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Is there a license that would allow a software vendor to show their source code to the public, but if the user wants to run the code require them to buy a license?

For example, the vendor could be interested in showing that there are no security flaws in the software, but not want to actually "open source" it in the traditional sense.

If there is not standard license that covers this use case, could you make your own that is legally enforceable?

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    Welcome! However, this is off-topic here, since any such license would not be Open Source as defined by the OSI. You would probably have to create your own license. If you want to make sure your license does what you want, consult a lawyer. That would be specific legal advice, and off-topic on law.se. – David Thornley Feb 12 at 17:38
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    Looks like you want an NDA for people to sign before being allowed a limited code review. Definitely OT for opensource.se – ivanivan Feb 12 at 17:58
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    As well as this licence not fitting the Open Source / Free Software definitions. Such an audit is useless, unless I can compile the software my self (or have a trusted 3rd party do it). There is no way to know that this source code went into building the software. – ctrl-alt-delor Feb 12 at 22:48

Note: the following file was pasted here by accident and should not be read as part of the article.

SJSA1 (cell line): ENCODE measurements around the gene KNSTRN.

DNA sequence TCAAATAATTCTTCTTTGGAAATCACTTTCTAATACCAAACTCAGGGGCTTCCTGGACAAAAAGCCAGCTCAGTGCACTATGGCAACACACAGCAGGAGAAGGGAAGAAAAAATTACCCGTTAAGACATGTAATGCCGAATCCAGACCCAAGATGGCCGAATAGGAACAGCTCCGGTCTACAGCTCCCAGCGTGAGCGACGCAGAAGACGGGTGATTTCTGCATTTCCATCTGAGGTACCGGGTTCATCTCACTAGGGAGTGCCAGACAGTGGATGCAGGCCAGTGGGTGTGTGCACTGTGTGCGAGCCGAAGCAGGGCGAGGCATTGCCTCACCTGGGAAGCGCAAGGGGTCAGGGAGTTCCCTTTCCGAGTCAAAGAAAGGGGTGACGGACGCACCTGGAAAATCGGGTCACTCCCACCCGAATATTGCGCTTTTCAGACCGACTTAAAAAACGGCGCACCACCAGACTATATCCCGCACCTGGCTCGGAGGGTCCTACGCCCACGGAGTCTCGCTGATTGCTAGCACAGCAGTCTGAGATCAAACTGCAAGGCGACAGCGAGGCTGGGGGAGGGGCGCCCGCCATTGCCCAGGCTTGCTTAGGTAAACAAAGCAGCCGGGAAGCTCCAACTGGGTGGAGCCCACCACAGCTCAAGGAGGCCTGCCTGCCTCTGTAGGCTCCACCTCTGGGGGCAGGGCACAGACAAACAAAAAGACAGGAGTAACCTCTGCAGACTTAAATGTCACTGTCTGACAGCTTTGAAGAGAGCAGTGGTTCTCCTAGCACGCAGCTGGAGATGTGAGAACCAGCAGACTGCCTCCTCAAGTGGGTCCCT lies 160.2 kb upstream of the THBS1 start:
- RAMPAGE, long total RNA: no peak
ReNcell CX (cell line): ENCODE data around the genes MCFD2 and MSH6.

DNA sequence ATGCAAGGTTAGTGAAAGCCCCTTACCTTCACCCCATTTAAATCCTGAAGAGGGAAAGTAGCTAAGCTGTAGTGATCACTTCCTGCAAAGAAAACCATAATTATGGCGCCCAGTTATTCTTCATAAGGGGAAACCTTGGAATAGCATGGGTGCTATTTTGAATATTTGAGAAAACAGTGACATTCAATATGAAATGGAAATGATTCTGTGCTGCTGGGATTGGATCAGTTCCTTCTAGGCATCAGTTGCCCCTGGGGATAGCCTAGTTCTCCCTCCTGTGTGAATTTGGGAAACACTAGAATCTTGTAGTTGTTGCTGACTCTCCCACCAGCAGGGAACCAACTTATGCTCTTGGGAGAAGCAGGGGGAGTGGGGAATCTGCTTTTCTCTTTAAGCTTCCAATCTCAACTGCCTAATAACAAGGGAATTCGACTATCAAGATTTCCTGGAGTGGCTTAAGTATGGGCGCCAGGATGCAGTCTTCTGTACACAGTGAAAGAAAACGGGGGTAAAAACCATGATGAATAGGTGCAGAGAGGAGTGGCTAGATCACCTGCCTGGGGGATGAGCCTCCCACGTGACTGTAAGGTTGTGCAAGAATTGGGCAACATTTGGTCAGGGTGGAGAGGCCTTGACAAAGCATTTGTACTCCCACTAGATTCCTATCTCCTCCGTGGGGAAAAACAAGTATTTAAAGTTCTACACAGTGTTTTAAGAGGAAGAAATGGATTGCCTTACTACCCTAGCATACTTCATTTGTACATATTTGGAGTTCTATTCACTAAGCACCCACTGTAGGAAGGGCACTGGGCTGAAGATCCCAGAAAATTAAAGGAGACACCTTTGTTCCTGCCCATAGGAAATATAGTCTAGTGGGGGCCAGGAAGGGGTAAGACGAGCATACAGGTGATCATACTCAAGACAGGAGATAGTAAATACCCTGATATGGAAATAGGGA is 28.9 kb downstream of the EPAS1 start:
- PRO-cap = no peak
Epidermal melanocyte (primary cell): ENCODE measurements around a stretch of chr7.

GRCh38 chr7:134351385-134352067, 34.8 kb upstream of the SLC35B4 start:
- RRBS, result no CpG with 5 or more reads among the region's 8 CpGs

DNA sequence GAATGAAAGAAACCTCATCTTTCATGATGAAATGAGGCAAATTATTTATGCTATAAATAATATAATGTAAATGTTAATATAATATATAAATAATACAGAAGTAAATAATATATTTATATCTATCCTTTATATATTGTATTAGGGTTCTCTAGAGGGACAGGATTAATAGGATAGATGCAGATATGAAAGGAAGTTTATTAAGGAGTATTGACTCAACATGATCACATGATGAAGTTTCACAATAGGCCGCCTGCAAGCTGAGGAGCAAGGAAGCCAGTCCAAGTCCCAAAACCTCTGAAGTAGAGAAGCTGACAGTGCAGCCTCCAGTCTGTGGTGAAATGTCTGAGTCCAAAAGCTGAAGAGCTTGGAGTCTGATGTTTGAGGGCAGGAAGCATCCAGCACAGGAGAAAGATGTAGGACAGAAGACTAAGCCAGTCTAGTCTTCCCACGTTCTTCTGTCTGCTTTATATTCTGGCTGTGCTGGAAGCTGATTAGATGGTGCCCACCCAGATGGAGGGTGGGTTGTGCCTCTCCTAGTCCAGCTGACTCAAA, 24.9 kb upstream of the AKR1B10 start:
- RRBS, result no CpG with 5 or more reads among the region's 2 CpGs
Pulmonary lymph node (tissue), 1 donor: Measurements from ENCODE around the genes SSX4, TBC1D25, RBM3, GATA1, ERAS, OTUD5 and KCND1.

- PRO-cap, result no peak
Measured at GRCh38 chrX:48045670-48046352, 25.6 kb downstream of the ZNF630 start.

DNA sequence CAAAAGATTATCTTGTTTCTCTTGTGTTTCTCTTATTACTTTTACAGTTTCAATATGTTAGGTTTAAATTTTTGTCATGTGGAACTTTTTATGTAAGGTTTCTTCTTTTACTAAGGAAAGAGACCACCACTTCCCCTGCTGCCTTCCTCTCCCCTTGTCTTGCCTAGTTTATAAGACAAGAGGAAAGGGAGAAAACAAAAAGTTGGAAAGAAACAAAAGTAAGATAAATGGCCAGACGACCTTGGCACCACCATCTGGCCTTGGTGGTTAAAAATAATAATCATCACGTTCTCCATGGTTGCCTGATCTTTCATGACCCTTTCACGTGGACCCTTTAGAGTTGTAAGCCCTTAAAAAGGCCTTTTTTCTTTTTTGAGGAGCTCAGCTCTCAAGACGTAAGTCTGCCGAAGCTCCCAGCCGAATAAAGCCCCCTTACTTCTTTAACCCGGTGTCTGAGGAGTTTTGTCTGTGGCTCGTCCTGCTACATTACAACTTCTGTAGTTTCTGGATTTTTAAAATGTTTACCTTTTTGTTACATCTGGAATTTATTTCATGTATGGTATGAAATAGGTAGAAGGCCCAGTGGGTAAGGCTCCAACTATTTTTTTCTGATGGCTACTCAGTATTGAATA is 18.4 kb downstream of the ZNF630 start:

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If a software has no license attached, that would be the default: all rights are reserved, and no one else can legally make a copy. In practice this won't quite work because many people think “it's on the internet = it's free”, but there's no good way to prevent that misconception. There are some licenses that make this more explicit, for example Microsoft's suite of “shared source” licenses.

However, any such license or absence of license would not be Open Source. Open Source Software not only makes the source code of a software available, but also gives users important rights, such as the right to modify the software, share it, and run it for any purpose. See the Open Source Definition for details.

  • Well, if the source code is published without any particular license attached, that would probably not prohibit anyone from running it, as required by the OP, would it? It seems like an equivalent situation as with publishing a copyrighted video. Plenty of companies do that on their websites (e.g. product demo videos), there is typically no license information beyond "all rights reserved", yet I doubt the argument could be made that based upon default copyright restrictions, "you may have the file, but not run it in your video player". – O. R. Mapper Feb 12 at 18:34
  • @O.R.Mapper Depending on the jurisdiction there is a legally relevant distinction between incidental copies that are necessary to view a work that has been published online (like caching or in-memory copies which is fine) and making a permanent copy (like downloading, which is copyright infringement). Such copies may be fine for purely personal use or fair use, but it's not possible to detect or prevent that anyway. – amon Feb 12 at 19:16

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